Summer reading list
article by Helen Hill
At this time of the year newspapers and magazines abound with suggestions for things to read on vacation. MITgcm recommends popping copies of the following recent papers in your beach bag, after all , there’s more than one way to study the ocean!
Mike Spall (WHOI, Modeling Nordic Seas II: Revealing the role of the North Atlantic Jet, August 2011) has a new paper about deep water formation in press at JPO. Spall reports using idealized MITgcm configurations and theoretical models to explore how precipitation impacts water mass transformation and the strength of the meridional overturning circulation in marginal seas. Through this study he has been able to develop nondimensional equations for the temperature and salinity anomalies of deep convective water masses, making explicit their dependence on both geometric parameters such as basin area, sill depth, and latitude, as well as on the strength of atmospheric forcing. Spall’s theory also predicts the magnitude of precipitation required to shut down deep convection and switch the circulation into a haline mode. You can read more about this work in Influences of precipitation on water mass transformation and deep water convection.
Also available as an early online release at JPO, Maarten Buijsman’s paper with fellow GFDL investigator Sonya Legg (Tidal Mixing Over Rough Topography, July 2009) and Jody Klymak (University of Victoria) reporting on MITgcm experiments modeling the circulation in the Luzon Strait. The Strait, between Taiwan and the Phillipines, features two parallel north-south oriented ridges, and it is the strong internal waves and dissipation that accompany barotropic tides that propagate over these ridges that are the focus of the teams study. In their paper Double Ridge Internal Tide Interference and its Effect on Dissipation in Luzon Strait Buijsman et al. investigate energy dissipation mechanisms and the role of the baroclinic wave fields in this dissipation using numerical simulations with the MITgcm. You can find out more about Maarten’s research, as well as accessing model vizualisations at his website.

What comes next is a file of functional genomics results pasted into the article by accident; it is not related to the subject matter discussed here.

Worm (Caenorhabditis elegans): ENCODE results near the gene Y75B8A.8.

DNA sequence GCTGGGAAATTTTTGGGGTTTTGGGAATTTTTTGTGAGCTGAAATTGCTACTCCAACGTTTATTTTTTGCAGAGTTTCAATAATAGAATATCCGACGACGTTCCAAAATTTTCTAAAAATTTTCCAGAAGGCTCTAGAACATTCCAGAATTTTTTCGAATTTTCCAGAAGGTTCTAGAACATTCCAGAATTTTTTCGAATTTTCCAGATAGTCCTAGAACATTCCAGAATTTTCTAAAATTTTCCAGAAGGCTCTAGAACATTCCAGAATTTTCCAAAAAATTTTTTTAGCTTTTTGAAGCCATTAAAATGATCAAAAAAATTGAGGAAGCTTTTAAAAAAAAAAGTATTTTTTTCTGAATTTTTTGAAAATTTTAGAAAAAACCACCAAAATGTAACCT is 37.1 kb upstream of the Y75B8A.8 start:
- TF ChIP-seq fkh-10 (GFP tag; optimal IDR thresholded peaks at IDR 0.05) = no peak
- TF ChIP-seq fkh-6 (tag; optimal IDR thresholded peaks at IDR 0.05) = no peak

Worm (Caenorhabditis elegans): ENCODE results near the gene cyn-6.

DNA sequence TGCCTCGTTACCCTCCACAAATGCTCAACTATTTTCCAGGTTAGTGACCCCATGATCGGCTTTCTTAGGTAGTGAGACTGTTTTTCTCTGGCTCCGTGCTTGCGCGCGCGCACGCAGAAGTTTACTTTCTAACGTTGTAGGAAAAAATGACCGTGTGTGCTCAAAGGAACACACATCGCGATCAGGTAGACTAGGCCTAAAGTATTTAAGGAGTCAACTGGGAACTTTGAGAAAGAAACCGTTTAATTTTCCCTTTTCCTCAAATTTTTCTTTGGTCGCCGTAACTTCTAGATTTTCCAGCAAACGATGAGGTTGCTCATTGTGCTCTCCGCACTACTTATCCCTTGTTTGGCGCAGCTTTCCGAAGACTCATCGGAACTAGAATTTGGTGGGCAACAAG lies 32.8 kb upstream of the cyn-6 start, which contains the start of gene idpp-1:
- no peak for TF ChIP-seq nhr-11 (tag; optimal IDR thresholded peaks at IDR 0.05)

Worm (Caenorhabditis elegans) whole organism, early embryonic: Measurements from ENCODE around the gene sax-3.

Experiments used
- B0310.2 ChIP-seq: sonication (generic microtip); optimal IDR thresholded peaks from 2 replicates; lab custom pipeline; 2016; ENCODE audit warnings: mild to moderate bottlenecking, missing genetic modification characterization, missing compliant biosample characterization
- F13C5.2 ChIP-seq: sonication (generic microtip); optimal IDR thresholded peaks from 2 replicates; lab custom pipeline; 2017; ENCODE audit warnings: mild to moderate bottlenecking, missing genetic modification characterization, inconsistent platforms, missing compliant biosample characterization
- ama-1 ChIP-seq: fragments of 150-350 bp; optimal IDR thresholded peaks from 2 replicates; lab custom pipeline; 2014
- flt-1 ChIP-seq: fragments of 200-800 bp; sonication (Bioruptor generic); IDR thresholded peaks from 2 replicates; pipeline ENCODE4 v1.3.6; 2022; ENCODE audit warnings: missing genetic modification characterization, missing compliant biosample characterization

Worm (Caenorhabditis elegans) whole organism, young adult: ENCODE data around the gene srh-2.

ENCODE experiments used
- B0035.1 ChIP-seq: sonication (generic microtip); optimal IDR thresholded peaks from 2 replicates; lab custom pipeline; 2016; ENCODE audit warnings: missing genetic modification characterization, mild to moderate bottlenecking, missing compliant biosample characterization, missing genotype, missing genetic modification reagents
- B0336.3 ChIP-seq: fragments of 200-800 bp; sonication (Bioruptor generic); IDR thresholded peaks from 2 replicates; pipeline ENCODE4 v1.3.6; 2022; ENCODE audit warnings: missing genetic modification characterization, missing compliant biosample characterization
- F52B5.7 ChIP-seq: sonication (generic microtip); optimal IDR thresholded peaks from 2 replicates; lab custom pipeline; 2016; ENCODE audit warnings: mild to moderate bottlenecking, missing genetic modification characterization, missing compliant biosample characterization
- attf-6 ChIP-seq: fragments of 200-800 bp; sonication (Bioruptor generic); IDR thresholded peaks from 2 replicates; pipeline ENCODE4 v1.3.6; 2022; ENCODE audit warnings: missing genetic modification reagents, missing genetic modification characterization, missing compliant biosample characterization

Most recently the team of Juan Saenz, Andy Hogg (see also A Slippery Problem, October 2011), Graham Hughes, and Ross Griffiths at The Austrailian National University in Canberra have been using MITgcm to explore how buoyancy and wind forces actively modulate ocean energetics and circulation. With MITgcm configured as an idealized, rotating, pole-to-pole ocean model with a zonally re-entrant channel in the south, forced by realistic heat (buoyancy) fluxes and wind stresses representative of global climatology, Saenz et al. make a systematic quantitative comparison of the effects that surface buoyancy forcing and wind stress have on the systems energy balance, concluding that the ocean’s overturning circulation is not the result of a single driving force but “a manifestation of a complex and subtle balance”. For more details check out their new paper in Geophysical Research Letters Mechanical power input from buoyancy and wind to the circulation in an ocean model.
Buijsman, M.C., S. Legg, and J. Klymak (2012) Double Ridge Internal Tide Interference and its Effect on Dissipation in Luzon Strait, Journal of Physical Oceanography e-View, doi: 10.1175/JPO-D-11-0210.1
Saenz, J.A., A.M. Hogg, G.O. Hughes, and R.W. Griffiths (2012) Mechanical power input from buoyancy and wind to the circulation in an ocean model, Geophysical research Letters, Vol. 39, L13605, 6 pp., doi:10.1029/2012GL052035
Spall, M. (2012) Influences of precipitation on water mass transformation and deep water convection, Journal of Physical Oceanography e-View, doi: 10.1175/JPO-D-11-0230.1